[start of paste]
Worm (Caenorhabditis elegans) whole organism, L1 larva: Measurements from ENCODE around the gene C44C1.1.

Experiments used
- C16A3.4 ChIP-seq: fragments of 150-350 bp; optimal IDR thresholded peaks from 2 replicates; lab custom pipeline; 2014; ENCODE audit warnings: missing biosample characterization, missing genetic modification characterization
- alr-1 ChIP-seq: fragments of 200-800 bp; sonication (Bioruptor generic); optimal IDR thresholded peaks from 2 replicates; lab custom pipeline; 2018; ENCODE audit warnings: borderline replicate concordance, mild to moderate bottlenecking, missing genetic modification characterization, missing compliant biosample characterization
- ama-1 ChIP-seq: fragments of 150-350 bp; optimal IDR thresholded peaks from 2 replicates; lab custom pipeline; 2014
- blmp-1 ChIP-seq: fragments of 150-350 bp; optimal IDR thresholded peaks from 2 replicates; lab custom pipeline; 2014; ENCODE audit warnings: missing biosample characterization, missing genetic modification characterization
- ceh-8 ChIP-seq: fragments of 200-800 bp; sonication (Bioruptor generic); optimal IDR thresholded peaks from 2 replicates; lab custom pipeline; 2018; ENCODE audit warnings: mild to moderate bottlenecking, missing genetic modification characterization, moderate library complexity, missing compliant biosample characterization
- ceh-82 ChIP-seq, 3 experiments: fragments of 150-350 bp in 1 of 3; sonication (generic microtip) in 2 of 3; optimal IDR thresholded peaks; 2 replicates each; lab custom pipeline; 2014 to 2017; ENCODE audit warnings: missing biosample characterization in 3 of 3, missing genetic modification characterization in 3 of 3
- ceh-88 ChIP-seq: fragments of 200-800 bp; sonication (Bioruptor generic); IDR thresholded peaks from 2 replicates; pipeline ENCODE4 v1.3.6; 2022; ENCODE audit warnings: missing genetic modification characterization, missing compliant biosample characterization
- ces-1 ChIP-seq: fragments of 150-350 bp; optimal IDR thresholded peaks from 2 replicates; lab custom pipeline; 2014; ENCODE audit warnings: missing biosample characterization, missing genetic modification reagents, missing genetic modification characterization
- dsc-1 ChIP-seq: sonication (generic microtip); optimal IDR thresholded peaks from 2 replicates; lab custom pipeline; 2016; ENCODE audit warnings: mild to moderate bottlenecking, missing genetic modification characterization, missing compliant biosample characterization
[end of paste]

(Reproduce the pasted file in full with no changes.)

Worm (Caenorhabditis elegans) whole organism, L1 larva: Measurements from ENCODE around the gene C44C1.1.

Experiments used
- C16A3.4 ChIP-seq: fragments of 150-350 bp; optimal IDR thresholded peaks from 2 replicates; lab custom pipeline; 2014; ENCODE audit warnings: missing biosample characterization, missing genetic modification characterization
- alr-1 ChIP-seq: fragments of 200-800 bp; sonication (Bioruptor generic); optimal IDR thresholded peaks from 2 replicates; lab custom pipeline; 2018; ENCODE audit warnings: borderline replicate concordance, mild to moderate bottlenecking, missing genetic modification characterization, missing compliant biosample characterization
- ama-1 ChIP-seq: fragments of 150-350 bp; optimal IDR thresholded peaks from 2 replicates; lab custom pipeline; 2014
- blmp-1 ChIP-seq: fragments of 150-350 bp; optimal IDR thresholded peaks from 2 replicates; lab custom pipeline; 2014; ENCODE audit warnings: missing biosample characterization, missing genetic modification characterization
- ceh-8 ChIP-seq: fragments of 200-800 bp; sonication (Bioruptor generic); optimal IDR thresholded peaks from 2 replicates; lab custom pipeline; 2018; ENCODE audit warnings: mild to moderate bottlenecking, missing genetic modification characterization, moderate library complexity, missing compliant biosample characterization
- ceh-82 ChIP-seq, 3 experiments: fragments of 150-350 bp in 1 of 3; sonication (generic microtip) in 2 of 3; optimal IDR thresholded peaks; 2 replicates each; lab custom pipeline; 2014 to 2017; ENCODE audit warnings: missing biosample characterization in 3 of 3, missing genetic modification characterization in 3 of 3
- ceh-88 ChIP-seq: fragments of 200-800 bp; sonication (Bioruptor generic); IDR thresholded peaks from 2 replicates; pipeline ENCODE4 v1.3.6; 2022; ENCODE audit warnings: missing genetic modification characterization, missing compliant biosample characterization
- ces-1 ChIP-seq: fragments of 150-350 bp; optimal IDR thresholded peaks from 2 replicates; lab custom pipeline; 2014; ENCODE audit warnings: missing biosample characterization, missing genetic modification reagents, missing genetic modification characterization
- dsc-1 ChIP-seq: sonication (generic microtip); optimal IDR thresholded peaks from 2 replicates; lab custom pipeline; 2016; ENCODE audit warnings: mild to moderate bottlenecking, missing genetic modification characterization, missing compliant biosample characterization